Recently, the estimable Chris Budd and I corresponded via twitter on the damage done to the financial services, especially advice, sector by mis-selling scandals around DB transfers. Does this damage good advisers as well as bad? Is it only a few bad apples? The answer to the first question is a resounding YES. Sadly, all advisers are tarred with the same brush when scandals reach the national press. To the second question, I answer, “don’t know”. Who the hell does? The regulators sample looks terribly bad, but it is not a fully representative sample (although the reader would not appreciate the fact).
Part of the problem is contingent charging whereby an adviser might get a few hundred quid for advising the client to do nothing versus a working mans annual wage or more for advising the client to transfer. This has happened and I have been advised of cases where the advice was certainly, horribly, wrong.
Although I have a pretty thick skin I get a tad irritated by being called an idiot, told I don’t know what I’m talking about, or being another useless consultant, all of which may be true. It is just really irritating that these criticisms come from gutless morons who haven’t the courage to identify themselves.
I have spent decades working with advisers. I have run my own consultancy. I have chaired a reasonable sized IFA. I have qualifications and more advanced qualifications than 95% of advisers, but that qualifications are irrelevant if one has no judgment.
If you spelt out the DB transfer contingent charging dilemma (I get very rich quick by giving flawed advice or risk penury by being honest) to the woman on the Routemaster crawling down Oxford Street, you don’t need to be a clairvoyant to know how she will respond – the so-called court of public opinion.
So how could the advice sector improve its reputation with the public and improve generally? Obviously, I don’t know. However, I reckon some of these suggestions would help:
- I would love to see advisers condemn bad behaviour by other advisers ruthlessly. Don’t condemn me or other commentators for criticising bad advisers. Hit them twice as hard yourselves. Let the world know you detest such behaviour.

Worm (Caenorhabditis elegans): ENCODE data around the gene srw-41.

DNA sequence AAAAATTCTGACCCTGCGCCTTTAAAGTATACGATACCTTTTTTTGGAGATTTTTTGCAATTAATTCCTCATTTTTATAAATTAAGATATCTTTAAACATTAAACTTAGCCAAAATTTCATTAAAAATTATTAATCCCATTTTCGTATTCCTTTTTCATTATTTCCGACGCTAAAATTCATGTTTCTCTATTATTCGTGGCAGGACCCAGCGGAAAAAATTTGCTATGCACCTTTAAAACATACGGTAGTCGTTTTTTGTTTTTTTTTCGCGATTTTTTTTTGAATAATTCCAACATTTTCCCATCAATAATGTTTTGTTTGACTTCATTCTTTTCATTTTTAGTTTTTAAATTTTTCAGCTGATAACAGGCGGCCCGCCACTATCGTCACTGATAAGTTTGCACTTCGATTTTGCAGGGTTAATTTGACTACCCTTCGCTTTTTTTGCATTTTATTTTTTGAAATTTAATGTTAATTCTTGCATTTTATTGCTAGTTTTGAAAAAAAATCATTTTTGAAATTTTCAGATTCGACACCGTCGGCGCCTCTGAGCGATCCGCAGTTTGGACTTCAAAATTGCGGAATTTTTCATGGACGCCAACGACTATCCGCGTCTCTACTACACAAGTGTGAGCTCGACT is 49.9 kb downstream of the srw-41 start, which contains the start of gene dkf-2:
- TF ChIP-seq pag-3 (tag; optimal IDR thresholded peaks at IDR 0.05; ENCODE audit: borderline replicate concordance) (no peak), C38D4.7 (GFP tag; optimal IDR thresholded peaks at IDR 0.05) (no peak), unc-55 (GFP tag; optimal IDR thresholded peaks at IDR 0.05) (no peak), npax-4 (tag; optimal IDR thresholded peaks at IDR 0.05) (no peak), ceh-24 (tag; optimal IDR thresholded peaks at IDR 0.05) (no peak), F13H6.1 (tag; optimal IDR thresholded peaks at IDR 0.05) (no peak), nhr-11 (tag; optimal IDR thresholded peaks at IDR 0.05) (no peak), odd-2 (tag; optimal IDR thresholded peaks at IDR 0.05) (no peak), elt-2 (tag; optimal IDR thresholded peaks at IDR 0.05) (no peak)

- Put yourselves in the customers’ shoes. Imagine the customer is your mother, sister, nephew or best friend, utterly objectively. Do you seriously believe you could justify the case for contingent charging as mentioned above to an intelligent and numerate person outside the industry? If you really believe you can, I suggest you should be very wary of men in white coats!
- Join in serious industry forums. Whenever I am in important industry groups working on the most serious of issues, it is advisers who are missing. There are those that say products are irrelevant to so-called life planners. Whatever name an adviser goes under, she or he will be using and relying on products – platforms, tools, and, yes, the output of fund managers and life companies. Every day. So, get involved (or don’t complain at the outcome!)
TISA, for example, is a relevant industry body talking to the regulator, the government generally and treasury specifically all the time, addressing issues that concern you – advisers.
At one meeting, it was suggested that ‘distributors’ take part. TISA, like the FCA calls advisers ‘distributors’. Sadly, they call platforms ‘distributors’ too! Doesn’t help.
I said I would try to get some advisers involved. I failed to interest a single one.
If you wish to live in splendid isolation and let grown-ups make all the decisions that impact on you, your business and your client’s interests, just carry on ignoring what is happening in your industry. Firms such as SJP have extremely close relationships with the regulator. All the big networks do. Does it work to their benefit? I will let you be the judge.
Finally, I would like all advisers who comment in blogs, on twitter, in trade mags etc to imagine that their clients may read what they write. It may not happen, but you can be assured that the regulator reads much of this material; consumerists read it and, because of social media, many non-industry folk (who might just be your clients) read some of it. I am not suggesting that all such comments are bad or ill thought. There are many, many who write great stuff that would pass this test. Sadly, there is much written that doesn’t’.